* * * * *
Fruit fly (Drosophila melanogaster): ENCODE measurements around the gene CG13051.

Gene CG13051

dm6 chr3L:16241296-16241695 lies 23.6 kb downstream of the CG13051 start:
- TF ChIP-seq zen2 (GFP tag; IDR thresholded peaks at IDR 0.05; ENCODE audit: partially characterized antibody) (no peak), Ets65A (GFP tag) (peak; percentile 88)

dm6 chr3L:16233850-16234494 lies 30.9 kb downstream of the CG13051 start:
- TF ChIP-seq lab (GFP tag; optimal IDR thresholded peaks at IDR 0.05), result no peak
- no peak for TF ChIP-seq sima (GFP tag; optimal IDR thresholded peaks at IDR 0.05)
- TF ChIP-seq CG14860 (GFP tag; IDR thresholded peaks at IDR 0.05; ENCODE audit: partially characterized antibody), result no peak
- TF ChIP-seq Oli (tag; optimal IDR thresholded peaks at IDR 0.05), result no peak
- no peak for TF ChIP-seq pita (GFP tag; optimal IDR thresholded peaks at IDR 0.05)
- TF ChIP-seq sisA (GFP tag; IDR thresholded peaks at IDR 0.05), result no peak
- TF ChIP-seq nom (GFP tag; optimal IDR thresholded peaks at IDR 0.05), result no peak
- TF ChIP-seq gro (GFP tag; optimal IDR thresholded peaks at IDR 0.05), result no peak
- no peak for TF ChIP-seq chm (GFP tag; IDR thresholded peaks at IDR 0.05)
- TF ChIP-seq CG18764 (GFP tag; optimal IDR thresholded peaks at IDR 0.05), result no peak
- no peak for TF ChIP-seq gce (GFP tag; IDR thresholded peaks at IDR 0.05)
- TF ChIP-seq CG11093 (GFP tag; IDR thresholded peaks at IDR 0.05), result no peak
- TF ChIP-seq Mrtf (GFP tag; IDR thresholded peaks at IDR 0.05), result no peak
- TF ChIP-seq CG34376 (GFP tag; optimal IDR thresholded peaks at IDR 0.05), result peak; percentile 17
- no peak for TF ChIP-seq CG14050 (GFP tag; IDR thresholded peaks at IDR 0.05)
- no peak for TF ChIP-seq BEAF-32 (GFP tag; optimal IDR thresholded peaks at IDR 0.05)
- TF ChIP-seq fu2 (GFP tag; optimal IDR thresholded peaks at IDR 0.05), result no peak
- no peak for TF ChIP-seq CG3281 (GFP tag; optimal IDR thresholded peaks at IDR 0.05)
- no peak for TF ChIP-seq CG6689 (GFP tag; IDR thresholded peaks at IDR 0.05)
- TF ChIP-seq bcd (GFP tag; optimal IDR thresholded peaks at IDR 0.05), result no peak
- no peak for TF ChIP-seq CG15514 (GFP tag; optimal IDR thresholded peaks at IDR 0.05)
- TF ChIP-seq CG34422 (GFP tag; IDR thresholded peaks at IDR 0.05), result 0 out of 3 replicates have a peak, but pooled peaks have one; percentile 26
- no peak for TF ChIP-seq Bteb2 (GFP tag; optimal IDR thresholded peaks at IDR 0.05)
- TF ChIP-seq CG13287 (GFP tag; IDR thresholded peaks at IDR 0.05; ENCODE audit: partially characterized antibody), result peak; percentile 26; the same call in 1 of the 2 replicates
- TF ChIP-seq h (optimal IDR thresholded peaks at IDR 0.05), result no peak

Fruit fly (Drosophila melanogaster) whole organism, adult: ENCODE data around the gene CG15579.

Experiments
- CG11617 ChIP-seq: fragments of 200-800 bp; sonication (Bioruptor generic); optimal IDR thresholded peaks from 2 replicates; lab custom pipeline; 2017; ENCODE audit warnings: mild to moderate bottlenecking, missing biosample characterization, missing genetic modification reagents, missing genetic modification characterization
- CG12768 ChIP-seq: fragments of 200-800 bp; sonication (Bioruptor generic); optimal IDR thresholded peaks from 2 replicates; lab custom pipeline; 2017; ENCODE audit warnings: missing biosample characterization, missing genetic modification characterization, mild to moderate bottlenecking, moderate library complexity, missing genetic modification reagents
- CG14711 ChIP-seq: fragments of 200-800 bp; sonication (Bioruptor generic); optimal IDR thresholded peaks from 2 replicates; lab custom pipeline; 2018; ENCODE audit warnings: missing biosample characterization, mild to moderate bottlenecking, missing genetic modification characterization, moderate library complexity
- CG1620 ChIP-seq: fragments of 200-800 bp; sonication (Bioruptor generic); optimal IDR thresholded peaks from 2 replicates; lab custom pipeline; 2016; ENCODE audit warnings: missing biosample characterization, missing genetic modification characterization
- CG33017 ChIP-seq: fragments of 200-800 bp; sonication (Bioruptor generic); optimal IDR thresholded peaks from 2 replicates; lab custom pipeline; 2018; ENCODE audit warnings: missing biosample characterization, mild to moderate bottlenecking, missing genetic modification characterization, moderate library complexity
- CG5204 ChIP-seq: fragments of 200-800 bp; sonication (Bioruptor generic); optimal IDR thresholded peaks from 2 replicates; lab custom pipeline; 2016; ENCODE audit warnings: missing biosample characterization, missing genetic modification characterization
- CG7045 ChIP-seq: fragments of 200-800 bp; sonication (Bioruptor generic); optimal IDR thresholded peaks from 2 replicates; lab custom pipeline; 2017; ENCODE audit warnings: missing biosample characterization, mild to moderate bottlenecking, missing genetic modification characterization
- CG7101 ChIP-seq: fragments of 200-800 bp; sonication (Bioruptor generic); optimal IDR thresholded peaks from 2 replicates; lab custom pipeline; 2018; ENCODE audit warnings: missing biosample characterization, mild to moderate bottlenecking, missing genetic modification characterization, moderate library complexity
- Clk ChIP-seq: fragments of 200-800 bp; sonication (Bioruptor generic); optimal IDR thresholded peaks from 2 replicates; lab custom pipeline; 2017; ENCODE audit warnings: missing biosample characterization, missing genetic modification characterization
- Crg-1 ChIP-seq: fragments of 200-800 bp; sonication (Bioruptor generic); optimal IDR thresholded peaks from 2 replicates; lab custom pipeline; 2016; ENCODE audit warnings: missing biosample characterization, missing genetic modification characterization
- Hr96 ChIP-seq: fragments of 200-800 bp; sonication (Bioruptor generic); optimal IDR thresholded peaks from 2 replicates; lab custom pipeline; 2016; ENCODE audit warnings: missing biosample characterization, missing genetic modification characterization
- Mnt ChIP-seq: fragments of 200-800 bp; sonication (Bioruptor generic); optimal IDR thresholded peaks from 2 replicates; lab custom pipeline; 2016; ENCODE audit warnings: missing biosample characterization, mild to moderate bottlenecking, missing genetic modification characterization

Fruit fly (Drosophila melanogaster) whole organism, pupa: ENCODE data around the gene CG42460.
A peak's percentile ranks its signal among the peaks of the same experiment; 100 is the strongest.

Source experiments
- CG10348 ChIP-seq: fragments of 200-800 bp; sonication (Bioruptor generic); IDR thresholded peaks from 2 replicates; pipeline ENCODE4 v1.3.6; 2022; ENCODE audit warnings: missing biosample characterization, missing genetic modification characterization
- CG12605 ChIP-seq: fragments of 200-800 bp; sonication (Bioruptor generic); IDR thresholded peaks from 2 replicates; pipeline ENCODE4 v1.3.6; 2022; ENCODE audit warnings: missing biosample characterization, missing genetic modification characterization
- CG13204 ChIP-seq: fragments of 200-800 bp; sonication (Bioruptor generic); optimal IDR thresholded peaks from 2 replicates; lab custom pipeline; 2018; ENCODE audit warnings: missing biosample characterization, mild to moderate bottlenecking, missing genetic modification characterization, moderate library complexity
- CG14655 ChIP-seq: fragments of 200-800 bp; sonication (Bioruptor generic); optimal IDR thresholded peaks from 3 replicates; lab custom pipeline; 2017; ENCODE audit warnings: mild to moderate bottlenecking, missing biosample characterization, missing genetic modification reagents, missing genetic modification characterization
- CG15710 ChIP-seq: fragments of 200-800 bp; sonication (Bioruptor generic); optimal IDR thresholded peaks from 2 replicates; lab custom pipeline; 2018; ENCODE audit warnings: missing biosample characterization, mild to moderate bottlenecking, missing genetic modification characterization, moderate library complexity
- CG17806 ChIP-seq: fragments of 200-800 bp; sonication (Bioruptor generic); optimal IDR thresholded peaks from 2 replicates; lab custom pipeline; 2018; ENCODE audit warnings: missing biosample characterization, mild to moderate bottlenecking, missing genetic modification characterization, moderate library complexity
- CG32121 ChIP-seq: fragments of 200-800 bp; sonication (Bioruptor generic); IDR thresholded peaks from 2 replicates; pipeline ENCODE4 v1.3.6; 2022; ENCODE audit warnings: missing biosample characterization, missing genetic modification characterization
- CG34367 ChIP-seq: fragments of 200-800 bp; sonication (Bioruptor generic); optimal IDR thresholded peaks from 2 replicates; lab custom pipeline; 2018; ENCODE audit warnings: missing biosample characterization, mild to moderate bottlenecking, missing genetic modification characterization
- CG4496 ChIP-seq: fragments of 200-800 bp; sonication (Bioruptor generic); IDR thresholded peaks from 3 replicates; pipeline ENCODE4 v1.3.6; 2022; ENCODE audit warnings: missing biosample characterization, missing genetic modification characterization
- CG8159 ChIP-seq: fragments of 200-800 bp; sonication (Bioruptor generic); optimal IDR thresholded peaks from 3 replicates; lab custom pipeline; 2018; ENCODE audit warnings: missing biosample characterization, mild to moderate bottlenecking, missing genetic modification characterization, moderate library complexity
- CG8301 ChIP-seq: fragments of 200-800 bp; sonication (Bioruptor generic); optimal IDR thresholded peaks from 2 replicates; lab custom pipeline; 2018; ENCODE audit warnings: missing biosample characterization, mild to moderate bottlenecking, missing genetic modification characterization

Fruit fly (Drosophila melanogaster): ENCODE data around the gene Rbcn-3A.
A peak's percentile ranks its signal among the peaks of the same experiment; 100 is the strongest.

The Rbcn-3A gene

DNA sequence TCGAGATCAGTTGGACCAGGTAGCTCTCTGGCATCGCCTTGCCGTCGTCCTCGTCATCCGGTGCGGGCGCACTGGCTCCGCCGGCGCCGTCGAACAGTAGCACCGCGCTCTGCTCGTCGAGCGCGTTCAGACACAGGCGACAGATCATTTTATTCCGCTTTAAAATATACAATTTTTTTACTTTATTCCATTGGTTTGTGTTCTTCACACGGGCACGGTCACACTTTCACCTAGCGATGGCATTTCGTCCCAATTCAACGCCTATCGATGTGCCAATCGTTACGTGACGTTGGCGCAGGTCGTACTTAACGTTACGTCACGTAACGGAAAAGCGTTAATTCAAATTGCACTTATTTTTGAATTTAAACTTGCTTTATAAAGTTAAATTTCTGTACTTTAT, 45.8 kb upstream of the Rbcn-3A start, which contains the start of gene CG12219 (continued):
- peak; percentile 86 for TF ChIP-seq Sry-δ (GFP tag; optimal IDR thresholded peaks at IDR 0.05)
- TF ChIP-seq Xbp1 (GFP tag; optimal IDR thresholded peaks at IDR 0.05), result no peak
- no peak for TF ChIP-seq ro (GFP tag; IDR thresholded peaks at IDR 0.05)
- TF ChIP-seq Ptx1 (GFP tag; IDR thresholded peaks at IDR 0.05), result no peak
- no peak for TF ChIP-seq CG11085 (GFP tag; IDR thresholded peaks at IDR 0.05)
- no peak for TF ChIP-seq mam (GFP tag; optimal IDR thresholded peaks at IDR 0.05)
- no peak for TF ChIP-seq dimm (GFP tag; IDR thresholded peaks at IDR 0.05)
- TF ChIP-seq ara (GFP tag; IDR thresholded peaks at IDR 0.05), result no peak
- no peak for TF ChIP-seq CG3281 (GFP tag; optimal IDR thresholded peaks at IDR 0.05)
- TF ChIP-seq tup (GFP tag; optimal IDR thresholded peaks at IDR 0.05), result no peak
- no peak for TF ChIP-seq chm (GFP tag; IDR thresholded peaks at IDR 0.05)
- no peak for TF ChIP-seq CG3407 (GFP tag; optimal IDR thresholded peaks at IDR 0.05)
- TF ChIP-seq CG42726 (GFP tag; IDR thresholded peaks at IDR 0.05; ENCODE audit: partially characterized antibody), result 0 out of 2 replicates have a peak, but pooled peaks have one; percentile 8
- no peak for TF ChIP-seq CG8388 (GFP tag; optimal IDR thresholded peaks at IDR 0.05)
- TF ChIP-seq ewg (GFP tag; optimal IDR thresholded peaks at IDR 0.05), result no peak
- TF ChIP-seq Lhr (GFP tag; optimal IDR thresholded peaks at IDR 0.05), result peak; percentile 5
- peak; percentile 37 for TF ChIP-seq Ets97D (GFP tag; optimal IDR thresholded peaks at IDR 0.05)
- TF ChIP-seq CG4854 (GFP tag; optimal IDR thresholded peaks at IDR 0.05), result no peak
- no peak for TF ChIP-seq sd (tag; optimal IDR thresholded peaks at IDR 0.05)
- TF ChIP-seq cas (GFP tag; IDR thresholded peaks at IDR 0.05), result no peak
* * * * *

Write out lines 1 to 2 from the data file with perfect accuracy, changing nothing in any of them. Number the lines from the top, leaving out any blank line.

Fruit fly (Drosophila melanogaster): ENCODE measurements around the gene CG13051.

Gene CG13051